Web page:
If you'd like to have those benefits in your life, go to http://www.emotionaldevelopment101. com, Click here...

Feel free to forward this to others so they can have greater health and wellbeing too!



CHOLESTEROL
and Your Health 
You may have thought that cholesterol is dangerous. You may even have thought that consuming cholesterol in your diet increases your risk of cardiovascular disease and even cancer. 
Therefore, you may assume that to improve your health and decrease your chances of getting heart disease, stroke or cancer that you need to reduce your intake of cholesterol. You would assume that would lower your blood cholesterol levels and bring you out of the danger zone. 
Is this true? To answer this question means understanding first what cholesterol is, and then what it does in the body. 
What Is Cholesterol?   Cholesterol is sterol: a waxy lipid (meaning fat) compound that is found in animal tissues. It performs a variety of essential functions in your body. 
For example, it facilitates both the absorption and the transportation of fatty acids. 
It is also a fundamental building block for a variety of your hormones. These include both your adrenal hormones (cortisol, cortisone and aldosterone) and your sex hormones (progesterone, estrogens and testosterone). 
Additionally, it plays a role in the function of your brain, your immune system and your heart health.
Cholesterol's Reputation. If cholesterol is so essential to your health, how did it develop the reputation of being the devil in molecular form? 
This shady reputation came about because it was seen that people who had heart disease or strokes also had high cholesterol levels. So it was thought that cholesterol levels themselves were the problem. 
But actually the body raises cholesterol levels in response to a problem. In other words, high cholesterol levels are the body's attempt to keep itself healthy. The body raises these levels to deal with inflammation.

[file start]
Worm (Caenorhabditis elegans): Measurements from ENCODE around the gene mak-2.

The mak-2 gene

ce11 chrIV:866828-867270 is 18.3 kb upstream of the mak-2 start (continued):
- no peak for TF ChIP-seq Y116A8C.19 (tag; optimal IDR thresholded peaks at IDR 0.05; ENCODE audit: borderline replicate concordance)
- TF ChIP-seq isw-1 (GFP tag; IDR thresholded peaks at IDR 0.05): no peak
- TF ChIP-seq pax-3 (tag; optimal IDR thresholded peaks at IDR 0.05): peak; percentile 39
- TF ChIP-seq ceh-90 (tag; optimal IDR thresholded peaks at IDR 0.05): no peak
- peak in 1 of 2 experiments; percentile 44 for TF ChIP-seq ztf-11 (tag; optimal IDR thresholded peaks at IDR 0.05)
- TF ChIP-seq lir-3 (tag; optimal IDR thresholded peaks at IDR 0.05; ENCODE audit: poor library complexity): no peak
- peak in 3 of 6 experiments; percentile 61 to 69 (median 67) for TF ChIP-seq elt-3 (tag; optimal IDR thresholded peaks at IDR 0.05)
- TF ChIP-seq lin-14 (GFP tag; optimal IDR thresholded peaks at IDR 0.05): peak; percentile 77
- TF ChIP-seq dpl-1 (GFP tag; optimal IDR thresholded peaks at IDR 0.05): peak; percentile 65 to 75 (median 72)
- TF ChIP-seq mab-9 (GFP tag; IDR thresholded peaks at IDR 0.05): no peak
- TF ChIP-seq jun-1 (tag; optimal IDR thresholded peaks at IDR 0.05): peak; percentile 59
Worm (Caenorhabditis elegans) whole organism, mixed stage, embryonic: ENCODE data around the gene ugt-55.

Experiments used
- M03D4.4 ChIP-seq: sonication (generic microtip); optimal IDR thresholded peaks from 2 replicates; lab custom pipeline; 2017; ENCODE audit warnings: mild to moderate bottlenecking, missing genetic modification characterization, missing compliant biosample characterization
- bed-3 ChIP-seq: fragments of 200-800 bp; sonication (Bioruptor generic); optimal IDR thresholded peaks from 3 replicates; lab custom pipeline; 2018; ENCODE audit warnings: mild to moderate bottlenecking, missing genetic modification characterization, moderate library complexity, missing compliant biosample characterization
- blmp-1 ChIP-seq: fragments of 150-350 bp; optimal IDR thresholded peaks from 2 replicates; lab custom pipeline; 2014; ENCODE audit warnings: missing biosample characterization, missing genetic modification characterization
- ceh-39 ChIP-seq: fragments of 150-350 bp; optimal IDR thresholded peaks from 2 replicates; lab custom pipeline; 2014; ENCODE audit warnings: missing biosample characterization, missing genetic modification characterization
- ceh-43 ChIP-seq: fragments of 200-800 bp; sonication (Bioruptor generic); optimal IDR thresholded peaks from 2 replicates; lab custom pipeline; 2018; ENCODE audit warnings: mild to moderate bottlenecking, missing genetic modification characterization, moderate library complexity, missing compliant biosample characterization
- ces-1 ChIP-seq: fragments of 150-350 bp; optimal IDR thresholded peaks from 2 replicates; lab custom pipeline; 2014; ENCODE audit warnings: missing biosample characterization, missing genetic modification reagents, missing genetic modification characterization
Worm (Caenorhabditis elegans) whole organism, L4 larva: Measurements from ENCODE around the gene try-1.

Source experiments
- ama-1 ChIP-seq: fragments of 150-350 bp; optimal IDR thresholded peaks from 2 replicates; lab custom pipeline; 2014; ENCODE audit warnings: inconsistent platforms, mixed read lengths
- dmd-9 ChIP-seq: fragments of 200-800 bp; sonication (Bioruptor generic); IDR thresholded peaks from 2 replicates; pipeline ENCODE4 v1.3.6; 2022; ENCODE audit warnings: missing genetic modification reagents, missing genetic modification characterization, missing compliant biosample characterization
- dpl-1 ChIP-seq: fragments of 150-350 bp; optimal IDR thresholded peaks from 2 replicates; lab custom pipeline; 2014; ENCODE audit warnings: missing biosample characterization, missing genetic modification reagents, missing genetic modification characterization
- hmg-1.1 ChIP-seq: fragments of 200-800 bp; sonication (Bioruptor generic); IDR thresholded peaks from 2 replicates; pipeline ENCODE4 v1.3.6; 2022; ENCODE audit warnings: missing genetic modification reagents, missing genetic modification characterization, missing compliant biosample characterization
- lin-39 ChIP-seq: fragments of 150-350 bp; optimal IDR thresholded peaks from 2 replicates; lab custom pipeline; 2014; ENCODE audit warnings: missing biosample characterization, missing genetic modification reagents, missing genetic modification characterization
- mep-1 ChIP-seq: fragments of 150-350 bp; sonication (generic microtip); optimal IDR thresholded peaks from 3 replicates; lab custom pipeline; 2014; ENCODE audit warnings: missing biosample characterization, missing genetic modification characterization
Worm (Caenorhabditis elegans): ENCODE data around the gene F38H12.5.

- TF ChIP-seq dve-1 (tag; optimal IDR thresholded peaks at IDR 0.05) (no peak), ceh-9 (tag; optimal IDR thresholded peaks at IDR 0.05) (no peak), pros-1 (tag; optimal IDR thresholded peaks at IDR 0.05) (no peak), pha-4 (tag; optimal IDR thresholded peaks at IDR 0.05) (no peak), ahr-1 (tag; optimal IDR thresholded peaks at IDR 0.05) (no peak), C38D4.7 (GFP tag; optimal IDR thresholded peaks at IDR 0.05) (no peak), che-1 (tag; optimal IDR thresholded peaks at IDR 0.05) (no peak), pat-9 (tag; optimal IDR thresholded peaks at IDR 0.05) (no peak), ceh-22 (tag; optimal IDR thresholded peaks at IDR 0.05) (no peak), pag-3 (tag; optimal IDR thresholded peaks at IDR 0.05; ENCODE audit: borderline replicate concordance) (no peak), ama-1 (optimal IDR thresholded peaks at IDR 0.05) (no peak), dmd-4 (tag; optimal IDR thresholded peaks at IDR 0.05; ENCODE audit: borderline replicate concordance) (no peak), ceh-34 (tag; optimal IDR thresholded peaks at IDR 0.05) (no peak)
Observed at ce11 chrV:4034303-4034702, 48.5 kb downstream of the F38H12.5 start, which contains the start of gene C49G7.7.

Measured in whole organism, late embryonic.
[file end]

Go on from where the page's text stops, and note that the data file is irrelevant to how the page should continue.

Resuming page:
When the insides of the arteries and veins are inflamed, for example, the body sends cholesterol in to attempt to patch the areas of inflammation. It's actually the inflammation that's the problem, and not the cholesterol itself.
Blood Cholesterol Levels: What's "Normal"? Cholesterol levels are measured in milligrams (mg) of cholesterol per deciliter (dL) of blood. 
Current standards define desirable total cholesterol levels as less than 200 mg/dL, with 200-239 mg/dL defined as borderline high and 240 mg/dL and above high. 
For low density lipoprotein cholesterol levels, less than 100 mg/dL is considered optimal, 100-129 mg/dL near optimal or above optimal, 130-159 mg/dL borderline high, 160-189 mg/dL high and 190 mg/dL and above very high. 
It is worth noting that these standards were defined after initial studies which were conducted on only on men. It remains to be seen whether the cholesterol levels defined as normal for the male body are actually best for a woman. 
Men's hormone requirements are much different than women's. Also, women's bodies have a different biochemistry and metabolism than men, including hormonal production needs and responses, a fact that may seem obvious, but which has not been recognized in many "scientific" studies, particularly earlier ones. 
To access a summary of health problems due to low cholesterol, and to access a list of causes of inflammation leading to high cholesterol, Click here...